January 17, 2006 4:00 AM PST
Companies push Linux partitioning effort
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SWsoft is trying to get OpenVZ made part of the mainstream Linux kernel--the software at the heart of the operating system--and a part of the major commercial Linux versions, said Kirill Korotaev, a project manager at the Herndon, Va.-based company.
In this, it has a major ally: Red Hat, the top seller of the open-source operating system, which plans to add the software to its free Fedora version of Linux for enthusiasts.
SWsoft is trying to get OpenVZ virtualization made part of the mainstream Linux kernel, which would align it with rival operating systems that have the efficient-server technology.
Acceptance into the kernel would likely bring major Linux backers to OpenVZ. But the effort faces a number of challenges, analysts say.
The companies' move to make OpenVZ partitioning standard in Linux is timely, said Pund-IT analyst Charles King.
"I believe virtualization is a current or coming fact of life for every information technology vendor," King said. "Vendors who figure out how to easily integrate virtualization features into their solutions will have a leg-up on competitors."
Over the years, new ways to carve a single server into separate sections have been introduced. Such divisions make it easier to run multiple independent tasks on a machine, keeping it gainfully employed instead of letting it idle through operational lulls. That increase in efficiency means collections of underutilized servers can be replaced with a smaller number of machines, lowering administration and operation costs.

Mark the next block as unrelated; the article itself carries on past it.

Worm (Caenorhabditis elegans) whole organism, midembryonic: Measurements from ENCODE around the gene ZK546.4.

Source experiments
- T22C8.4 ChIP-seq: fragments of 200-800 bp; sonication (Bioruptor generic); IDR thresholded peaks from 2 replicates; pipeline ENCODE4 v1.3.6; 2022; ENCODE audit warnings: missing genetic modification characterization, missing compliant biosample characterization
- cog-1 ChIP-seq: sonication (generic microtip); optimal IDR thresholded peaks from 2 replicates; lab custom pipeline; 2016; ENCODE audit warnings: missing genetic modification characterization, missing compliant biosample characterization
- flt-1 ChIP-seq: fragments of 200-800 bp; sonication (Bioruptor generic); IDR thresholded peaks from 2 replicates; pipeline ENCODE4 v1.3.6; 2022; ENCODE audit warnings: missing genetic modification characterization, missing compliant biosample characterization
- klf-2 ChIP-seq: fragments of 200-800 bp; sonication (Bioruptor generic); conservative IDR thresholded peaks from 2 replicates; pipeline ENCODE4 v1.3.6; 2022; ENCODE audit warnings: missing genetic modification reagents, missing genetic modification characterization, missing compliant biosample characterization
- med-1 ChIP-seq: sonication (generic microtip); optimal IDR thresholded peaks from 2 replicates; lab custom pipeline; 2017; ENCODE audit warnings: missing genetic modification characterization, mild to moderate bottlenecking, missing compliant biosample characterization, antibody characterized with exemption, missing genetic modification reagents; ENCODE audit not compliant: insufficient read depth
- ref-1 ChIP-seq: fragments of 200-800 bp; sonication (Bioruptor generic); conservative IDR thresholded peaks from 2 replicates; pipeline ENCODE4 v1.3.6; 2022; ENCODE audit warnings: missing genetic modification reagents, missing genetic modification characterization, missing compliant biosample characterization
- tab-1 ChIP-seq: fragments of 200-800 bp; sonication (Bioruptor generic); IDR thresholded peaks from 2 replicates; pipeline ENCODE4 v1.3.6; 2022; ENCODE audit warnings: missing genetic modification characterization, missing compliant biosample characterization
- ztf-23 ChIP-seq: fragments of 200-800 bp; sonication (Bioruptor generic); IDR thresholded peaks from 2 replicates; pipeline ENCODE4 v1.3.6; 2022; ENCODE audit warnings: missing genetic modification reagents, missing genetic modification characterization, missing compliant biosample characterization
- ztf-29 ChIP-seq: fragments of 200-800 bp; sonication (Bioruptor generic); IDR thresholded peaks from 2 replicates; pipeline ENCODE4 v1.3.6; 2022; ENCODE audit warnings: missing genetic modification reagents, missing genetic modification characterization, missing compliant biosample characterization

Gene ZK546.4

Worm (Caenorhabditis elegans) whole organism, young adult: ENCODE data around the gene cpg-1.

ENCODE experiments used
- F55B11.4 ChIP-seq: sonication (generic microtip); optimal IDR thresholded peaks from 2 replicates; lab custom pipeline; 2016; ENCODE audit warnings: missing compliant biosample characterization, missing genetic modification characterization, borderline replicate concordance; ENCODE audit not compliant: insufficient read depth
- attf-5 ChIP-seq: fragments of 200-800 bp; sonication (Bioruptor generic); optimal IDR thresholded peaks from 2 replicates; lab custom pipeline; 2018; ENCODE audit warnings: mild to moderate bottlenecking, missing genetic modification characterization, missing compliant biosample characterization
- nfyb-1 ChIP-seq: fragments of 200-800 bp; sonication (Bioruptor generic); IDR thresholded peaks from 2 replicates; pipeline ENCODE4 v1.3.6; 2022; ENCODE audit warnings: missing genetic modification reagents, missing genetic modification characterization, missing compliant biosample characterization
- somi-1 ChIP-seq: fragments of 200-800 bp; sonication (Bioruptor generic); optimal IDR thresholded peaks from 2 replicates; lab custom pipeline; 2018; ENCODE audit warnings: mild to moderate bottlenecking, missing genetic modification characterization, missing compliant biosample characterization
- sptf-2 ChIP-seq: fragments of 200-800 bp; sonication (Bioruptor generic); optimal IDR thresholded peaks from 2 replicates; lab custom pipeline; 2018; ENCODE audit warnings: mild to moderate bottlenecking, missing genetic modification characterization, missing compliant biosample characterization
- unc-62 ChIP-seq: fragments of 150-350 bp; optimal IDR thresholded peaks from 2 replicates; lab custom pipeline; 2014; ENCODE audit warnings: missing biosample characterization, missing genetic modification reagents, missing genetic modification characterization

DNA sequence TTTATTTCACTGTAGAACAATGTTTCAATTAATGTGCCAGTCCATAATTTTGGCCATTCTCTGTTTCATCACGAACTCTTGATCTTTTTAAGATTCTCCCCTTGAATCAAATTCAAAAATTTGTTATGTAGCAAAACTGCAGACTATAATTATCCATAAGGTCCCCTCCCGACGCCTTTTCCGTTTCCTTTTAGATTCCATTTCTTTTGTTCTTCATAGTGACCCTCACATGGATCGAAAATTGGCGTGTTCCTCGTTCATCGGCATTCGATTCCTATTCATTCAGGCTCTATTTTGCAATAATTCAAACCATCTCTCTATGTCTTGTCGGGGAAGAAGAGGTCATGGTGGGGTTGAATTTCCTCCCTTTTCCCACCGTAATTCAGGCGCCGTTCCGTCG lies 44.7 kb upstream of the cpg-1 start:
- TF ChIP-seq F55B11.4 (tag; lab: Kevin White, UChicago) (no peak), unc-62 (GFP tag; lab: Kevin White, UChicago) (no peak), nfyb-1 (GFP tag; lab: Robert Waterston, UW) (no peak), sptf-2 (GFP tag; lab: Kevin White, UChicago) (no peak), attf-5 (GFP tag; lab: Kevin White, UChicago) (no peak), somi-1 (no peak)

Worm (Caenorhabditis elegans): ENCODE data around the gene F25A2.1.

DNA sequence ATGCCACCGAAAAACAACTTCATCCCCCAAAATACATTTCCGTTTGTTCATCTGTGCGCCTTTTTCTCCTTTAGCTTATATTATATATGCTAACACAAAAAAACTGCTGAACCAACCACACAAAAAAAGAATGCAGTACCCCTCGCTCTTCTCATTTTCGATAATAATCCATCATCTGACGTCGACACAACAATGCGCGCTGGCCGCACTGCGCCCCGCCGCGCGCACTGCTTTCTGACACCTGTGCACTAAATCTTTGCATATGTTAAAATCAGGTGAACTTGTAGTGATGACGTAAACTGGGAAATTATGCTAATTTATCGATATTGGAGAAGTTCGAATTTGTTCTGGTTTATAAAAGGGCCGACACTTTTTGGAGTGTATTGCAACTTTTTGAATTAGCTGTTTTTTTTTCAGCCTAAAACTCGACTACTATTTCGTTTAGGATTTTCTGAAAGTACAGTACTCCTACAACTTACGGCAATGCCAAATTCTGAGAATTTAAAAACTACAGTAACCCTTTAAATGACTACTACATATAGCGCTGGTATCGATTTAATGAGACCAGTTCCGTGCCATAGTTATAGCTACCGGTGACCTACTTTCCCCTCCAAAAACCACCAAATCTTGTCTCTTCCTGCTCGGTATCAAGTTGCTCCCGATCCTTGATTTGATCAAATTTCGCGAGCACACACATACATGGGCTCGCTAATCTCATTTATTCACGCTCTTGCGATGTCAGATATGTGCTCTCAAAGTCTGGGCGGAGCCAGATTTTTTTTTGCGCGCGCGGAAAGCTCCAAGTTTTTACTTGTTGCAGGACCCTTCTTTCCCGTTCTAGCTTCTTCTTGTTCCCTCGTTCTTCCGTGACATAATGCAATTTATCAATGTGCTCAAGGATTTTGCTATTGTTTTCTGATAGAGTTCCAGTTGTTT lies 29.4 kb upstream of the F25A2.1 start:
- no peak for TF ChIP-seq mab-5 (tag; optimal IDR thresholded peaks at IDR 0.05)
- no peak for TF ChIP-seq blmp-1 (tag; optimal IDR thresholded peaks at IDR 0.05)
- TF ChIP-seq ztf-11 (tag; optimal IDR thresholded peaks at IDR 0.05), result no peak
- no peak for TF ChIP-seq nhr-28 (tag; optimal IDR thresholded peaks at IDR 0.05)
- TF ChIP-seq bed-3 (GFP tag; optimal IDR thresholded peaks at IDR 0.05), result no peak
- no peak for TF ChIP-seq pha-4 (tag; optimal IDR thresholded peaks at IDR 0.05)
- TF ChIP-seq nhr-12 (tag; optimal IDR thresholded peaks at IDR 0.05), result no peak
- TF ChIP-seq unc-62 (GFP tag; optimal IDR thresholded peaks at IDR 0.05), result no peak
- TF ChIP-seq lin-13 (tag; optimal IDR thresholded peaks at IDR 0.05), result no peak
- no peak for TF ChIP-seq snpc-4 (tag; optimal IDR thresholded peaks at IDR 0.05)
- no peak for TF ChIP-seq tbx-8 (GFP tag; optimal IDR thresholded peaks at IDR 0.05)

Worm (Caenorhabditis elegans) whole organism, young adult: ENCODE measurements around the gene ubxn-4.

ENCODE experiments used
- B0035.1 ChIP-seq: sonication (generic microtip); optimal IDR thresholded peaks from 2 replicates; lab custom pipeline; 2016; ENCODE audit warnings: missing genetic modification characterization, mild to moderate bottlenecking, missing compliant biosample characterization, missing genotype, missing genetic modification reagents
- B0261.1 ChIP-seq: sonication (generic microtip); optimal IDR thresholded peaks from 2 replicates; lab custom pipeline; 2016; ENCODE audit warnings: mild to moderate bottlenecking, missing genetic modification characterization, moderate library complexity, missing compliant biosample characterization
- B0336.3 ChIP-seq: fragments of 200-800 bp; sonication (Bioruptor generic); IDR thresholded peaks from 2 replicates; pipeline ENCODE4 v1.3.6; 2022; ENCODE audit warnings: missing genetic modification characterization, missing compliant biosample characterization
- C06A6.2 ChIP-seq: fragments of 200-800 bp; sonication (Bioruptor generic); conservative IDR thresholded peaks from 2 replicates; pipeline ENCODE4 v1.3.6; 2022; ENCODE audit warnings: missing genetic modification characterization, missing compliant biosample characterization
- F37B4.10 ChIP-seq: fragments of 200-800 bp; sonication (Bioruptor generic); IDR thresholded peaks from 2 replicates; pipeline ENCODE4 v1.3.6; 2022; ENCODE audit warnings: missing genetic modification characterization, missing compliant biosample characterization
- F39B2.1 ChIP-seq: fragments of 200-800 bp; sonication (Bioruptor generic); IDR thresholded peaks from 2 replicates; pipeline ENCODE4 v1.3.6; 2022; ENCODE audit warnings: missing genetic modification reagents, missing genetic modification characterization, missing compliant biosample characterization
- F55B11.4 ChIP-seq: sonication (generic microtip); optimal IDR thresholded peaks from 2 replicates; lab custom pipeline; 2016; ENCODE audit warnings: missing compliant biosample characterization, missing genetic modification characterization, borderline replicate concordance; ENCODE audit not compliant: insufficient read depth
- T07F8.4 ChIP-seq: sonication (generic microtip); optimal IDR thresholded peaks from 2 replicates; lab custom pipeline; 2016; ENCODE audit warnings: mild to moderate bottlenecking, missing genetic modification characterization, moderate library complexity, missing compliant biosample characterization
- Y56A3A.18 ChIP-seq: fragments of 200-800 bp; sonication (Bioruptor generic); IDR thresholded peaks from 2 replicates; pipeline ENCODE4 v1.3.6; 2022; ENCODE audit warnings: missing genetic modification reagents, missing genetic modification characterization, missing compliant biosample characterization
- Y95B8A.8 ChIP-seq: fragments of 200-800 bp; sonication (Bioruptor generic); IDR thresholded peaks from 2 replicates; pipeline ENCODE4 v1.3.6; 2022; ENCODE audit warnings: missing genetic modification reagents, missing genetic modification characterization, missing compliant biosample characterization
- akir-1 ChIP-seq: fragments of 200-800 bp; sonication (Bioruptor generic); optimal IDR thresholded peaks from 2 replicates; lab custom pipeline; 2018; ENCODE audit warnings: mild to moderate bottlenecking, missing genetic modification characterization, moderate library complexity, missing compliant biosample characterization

Many of the several ways to subdivide a server rely on virtualization, which breaks the hard link between software and the lower-level software or hardware on which it runs. The software's real foundation is replaced with a virtual one, but the operating system or higher-level software thinks it's running on the real thing.
Using its own take on virtualization, OpenVZ divides a single copy of Linux so it appears to be several independent instances of the operating system, from the perspective of higher-level software. Separate domains, called virtual private servers, can be independently rebooted--though in reality, the underlying operating system stays up and running.
OpenVZ's approach isn't new; the same process has been used elsewhere. For example, Sun Microsystems' Solaris was given a similar feature, called containers, when version 10 was launched a year ago. Before that, developers added a related technology, called "jails," to the FreeBSD version of Unix. IBM's Serge Hallyn has been working on jails for Linux, a variation of BSD's jails.
And OpenVZ isn't even the first major virtual private server software project for Linux. That position goes to Vserver, an open-source package that's used in Positive Software's FreeVPS product.
But OpenVZ has the advantage over Vserver, said Illuminata analyst Gordon Haff. "OpenVZ is an offshoot of a well-regarded commercial product that's used by quite a few large hosting providers, so it's clearly the more mature," he said. OpenVZ is an open-source underpinning to Virtuozzo, sold by SWsoft, the main backer of the Linux push.